Yellen Will Fight to Keep the Fed Independent from Politics
Policy + Politics

Yellen Will Fight to Keep the Fed Independent from Politics

It may be a mark of the increasing confidence in the trajectory of the U.S. economy that Federal Reserve Board Chair Janet Yellen, in her quarterly press conference yesterday, faced an unusually large number of questions unrelated to the Federal Open Market Committee’s interest rate deliberations. But it also demonstrated how many other issues Yellen has on her plate.

For instance, Yellen was asked what would happen next year, when Republicans control both houses of Congress, and the element of the Republican Party that wants to rein in the Fed’s independence when it comes to setting monetary policy will have a much louder voice.

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Kentucky Sen. Rand Paul, following his father’s example, has been vocal about pushing legislation to “audit the Fed.” To be clear, the Fed is already subject to extensive financial auditing. What Paul wants is a policy audit, essentially having the Government Accountability Office – the investigative arm of Congress – review the FOMC’s decisions on monetary policy.


Economist Thomas Cooley said it best in Forbes, back in 2009: “An independent central bank can focus on monetary policies for the long term; that is, policies targeting low and stable inflation and a monetary climate that promotes long-term economic growth. Political cycles, alas, are considerably shorter. Without independence from the political cycle the central bank would be subject to political pressures, which in turn would impart an inflationary bias to monetary policy.”

Auditing the Fed is something of a Paul family obsession. Rand Paul’s father Ron Paul, the former Texas Congressman and perennial presidential candidate pushed such proposals for years while he was in Congress. He even provoked a public response from former Fed Chair Ben Bernanke earlier this year.

Yellen began by making the case for the FOMC’s independence.

“The ability of the central bank to make the decisions about monetary policy that it regards as in the best longer run interest of the economy free of a short-run political interference is very important to the effective conduct of monetary policy,” Yellen said. “I think history shows not only in the United States, but around the world that central banks’ independence promotes better economic performance.”

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She even agreed that the Fed needs to disclose information to the public.

“We should be accountable, and we are accountable to Congress in explaining what we do. I believe strongly in transparency, and I believe strongly that we should communicate as clearly what we are doing and the rationale for doing it and am a very open to looking for ways ourselves to improve our communications and transparency and working with Congress to do that.”

However, allowing Congress to regularly second-guess its policy decisions?

“Back in 1978, Congress explicitly passed legislation to ensure that there would be no GAO audits of monetary policy decision-making, namely policy audits. I certainly hope that will continue, and I will try to forcefully make the case for why that's important.”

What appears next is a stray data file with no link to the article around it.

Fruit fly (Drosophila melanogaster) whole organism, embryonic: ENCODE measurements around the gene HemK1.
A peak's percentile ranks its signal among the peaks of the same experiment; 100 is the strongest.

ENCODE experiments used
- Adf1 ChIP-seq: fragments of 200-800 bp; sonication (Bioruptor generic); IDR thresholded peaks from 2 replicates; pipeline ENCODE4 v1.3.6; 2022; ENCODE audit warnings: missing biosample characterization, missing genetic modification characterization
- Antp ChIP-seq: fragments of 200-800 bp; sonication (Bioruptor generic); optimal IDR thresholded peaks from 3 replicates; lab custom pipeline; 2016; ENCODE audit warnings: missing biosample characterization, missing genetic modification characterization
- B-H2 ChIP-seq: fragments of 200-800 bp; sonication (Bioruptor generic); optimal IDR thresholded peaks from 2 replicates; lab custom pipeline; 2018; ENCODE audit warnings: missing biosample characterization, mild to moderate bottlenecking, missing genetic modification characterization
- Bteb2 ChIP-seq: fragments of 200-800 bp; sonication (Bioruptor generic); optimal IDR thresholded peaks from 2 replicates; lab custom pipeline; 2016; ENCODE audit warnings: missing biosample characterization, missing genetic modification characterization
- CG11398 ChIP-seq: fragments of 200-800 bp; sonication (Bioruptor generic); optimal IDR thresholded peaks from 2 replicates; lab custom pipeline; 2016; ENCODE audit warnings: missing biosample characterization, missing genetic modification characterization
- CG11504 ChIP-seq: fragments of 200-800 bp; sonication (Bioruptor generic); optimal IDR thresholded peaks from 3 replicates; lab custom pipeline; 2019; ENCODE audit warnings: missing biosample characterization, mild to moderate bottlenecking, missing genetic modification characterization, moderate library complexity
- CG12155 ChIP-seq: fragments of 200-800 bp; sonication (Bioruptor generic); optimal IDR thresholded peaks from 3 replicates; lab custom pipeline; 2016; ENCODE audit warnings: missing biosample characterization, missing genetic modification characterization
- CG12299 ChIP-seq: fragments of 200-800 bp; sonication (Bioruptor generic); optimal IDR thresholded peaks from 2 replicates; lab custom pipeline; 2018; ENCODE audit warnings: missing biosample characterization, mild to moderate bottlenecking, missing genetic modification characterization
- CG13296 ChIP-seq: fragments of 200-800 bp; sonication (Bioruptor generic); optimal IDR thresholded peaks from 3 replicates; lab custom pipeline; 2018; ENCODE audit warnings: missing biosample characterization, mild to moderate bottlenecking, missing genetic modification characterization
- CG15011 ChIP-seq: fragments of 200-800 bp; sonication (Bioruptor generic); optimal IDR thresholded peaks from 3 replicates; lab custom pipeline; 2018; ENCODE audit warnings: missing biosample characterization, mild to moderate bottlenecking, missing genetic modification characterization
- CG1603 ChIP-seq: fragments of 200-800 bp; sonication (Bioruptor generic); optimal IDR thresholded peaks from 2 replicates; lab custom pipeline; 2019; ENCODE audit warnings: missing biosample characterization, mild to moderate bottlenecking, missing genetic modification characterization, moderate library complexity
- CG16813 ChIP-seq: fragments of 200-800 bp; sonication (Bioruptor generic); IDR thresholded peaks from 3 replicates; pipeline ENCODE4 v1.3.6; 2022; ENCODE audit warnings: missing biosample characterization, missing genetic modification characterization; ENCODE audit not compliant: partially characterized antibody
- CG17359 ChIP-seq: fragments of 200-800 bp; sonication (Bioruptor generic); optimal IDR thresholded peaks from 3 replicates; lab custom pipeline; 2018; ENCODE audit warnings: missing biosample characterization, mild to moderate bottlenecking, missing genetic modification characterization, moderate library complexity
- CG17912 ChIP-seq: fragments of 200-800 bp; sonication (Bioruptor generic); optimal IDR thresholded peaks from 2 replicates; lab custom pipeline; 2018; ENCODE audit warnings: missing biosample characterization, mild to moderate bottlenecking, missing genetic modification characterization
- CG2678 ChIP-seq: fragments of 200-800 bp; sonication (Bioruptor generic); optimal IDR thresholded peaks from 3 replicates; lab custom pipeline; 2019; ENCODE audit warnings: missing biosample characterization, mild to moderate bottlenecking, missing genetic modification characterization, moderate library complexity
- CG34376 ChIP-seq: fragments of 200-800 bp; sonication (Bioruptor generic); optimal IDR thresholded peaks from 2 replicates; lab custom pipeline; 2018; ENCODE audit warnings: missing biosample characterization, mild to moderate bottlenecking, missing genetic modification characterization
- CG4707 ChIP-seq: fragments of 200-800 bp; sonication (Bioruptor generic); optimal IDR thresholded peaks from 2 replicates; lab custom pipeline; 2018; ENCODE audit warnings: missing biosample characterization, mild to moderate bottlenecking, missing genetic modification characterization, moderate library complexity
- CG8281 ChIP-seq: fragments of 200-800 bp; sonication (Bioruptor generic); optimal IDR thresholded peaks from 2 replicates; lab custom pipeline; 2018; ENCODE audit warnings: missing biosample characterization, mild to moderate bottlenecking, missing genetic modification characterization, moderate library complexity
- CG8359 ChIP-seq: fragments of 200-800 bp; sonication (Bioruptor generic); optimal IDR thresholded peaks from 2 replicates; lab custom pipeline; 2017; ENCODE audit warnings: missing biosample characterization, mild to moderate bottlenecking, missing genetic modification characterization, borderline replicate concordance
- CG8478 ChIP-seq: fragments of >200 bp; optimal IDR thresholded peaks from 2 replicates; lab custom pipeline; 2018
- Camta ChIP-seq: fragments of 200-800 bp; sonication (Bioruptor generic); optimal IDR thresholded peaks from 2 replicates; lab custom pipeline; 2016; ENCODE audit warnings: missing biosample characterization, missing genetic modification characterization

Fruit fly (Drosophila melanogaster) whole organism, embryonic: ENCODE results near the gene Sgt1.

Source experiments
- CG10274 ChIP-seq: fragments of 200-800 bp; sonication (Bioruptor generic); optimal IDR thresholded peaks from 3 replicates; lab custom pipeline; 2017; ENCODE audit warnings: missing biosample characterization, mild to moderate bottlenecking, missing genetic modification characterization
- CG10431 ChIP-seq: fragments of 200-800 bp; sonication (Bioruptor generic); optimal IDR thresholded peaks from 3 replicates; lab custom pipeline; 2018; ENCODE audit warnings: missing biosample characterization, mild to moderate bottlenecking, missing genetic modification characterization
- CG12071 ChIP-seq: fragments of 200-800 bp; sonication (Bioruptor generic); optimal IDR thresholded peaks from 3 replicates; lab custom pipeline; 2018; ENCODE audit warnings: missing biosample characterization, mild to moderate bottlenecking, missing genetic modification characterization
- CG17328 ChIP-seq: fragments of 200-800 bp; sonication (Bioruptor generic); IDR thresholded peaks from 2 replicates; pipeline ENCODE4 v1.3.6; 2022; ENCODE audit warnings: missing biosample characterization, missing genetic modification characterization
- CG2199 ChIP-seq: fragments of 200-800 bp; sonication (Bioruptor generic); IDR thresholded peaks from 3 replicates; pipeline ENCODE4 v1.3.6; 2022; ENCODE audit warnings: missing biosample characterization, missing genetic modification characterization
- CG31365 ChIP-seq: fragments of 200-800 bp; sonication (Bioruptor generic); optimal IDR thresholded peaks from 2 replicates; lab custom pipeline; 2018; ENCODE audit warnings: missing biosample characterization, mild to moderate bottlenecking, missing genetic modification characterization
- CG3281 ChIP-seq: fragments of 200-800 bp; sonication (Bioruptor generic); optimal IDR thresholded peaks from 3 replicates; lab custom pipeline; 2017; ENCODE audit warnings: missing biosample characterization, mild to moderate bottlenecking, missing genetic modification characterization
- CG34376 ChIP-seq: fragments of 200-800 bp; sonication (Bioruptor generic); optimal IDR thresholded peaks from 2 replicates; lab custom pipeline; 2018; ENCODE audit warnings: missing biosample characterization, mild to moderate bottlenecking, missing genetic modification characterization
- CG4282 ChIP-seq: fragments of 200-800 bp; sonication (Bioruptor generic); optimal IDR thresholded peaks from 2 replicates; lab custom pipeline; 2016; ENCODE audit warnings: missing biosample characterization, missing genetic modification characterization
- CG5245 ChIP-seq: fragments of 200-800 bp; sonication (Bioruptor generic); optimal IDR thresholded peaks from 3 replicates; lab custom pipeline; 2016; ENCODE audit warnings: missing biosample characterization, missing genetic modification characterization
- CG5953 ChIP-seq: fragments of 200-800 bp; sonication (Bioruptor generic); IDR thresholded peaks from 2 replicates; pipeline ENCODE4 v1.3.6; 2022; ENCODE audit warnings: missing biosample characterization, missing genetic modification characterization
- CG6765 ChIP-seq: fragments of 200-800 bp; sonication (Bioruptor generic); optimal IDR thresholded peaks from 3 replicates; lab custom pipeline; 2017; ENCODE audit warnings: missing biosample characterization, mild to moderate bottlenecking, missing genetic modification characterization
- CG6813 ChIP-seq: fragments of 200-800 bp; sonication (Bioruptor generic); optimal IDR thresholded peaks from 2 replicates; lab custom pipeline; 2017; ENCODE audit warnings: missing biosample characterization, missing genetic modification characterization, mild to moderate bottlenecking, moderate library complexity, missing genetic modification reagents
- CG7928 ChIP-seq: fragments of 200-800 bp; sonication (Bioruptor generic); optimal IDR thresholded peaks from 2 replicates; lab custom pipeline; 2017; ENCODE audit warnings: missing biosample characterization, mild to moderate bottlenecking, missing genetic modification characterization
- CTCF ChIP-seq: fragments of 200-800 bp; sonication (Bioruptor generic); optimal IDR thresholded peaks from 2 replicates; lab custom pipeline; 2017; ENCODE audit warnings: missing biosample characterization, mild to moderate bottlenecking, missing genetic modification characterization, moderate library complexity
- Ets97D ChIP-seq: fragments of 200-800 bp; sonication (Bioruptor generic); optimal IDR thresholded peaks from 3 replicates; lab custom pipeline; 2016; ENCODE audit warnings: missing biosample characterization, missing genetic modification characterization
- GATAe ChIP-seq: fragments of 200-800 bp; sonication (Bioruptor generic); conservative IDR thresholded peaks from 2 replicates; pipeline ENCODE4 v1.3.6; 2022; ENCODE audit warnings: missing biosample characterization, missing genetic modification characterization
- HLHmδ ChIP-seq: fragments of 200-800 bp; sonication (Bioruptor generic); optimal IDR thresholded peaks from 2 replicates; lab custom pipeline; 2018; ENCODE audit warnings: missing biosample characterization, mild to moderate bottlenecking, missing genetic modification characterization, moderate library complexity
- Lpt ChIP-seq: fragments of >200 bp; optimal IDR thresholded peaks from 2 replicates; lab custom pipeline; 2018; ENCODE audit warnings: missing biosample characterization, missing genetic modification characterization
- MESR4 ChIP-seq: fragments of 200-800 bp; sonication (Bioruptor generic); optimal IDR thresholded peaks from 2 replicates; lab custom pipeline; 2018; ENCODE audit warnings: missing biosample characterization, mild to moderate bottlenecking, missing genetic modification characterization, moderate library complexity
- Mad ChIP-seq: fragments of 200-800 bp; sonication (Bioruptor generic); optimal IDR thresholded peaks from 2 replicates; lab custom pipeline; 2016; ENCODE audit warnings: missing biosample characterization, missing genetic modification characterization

Translated from Fed-speak: “Over my dead body.”

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Yellen was also asked to address a series of scandals at the Federal Reserve Bank of New York, far and away the most important of the 12 regional Reserve Banks. The New York Fed is run by William Dudley, who spent more than 20 years working for the investment bank Goldman Sachs.

Awkwardly, a number of the scandals that have arisen at the New York Fed of late have involved employees with a conflict of interest related to…Goldman Sachs. Recently, for example, a New York Fed employee was found to be sharing privileged information with a former colleague who had moved to Goldman.

Pedro da Costa of Dow Jones asked pointedly about Yellen’s opinion of the New York Fed and about Dudley’s ability to restore its reputation.

“Do you see the New York Fed as a black mark on the Fed system because of the recurring scandals?” he asked. Then he added, “Do you think a person that spent 21 years of his career at Goldman Sachs is in a position to regain public credibility about conflicts of interest?”

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Yellen spent considerable time in a discursive answer defending the fed’s supervisory system, pointing out that, among other things, it contains safeguards meant to prevent any single individual from overly biasing the supervision of a particular institution.

She failed to mention Dudley at all in her response, leading another reporter to ask her to clarify her opinion of the New York Fed president.

I have great confidence in President Dudley,” she said. After describing him as a “distinguished public servant,” she said, “He has done a fine job of running the New York Fed.”

Yellen was also asked to address the ongoing currency crisis in Russia, and the related volatility in oil prices.

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“Clearly, Russia has been hit very hard by the decline in oil prices, and the ruble has depreciated enormously in value,” she said. “And this is posing a series of very difficult economic conditions in the Russian economy.

However, she noted, Russia’s struggles will have little in the way of direct impact on the U.S. because the two countries have little economic interconnection.

On oil, she said, “The movements in oil prices have been very large, and undoubtedly unexpected.”

She said that she doesn’t expect any immediate damage to the U.S. as a result of plunging oil prices, but indicated that the Fed’s policymakers will be paying very close attention to the oil market’s movements in the near future.

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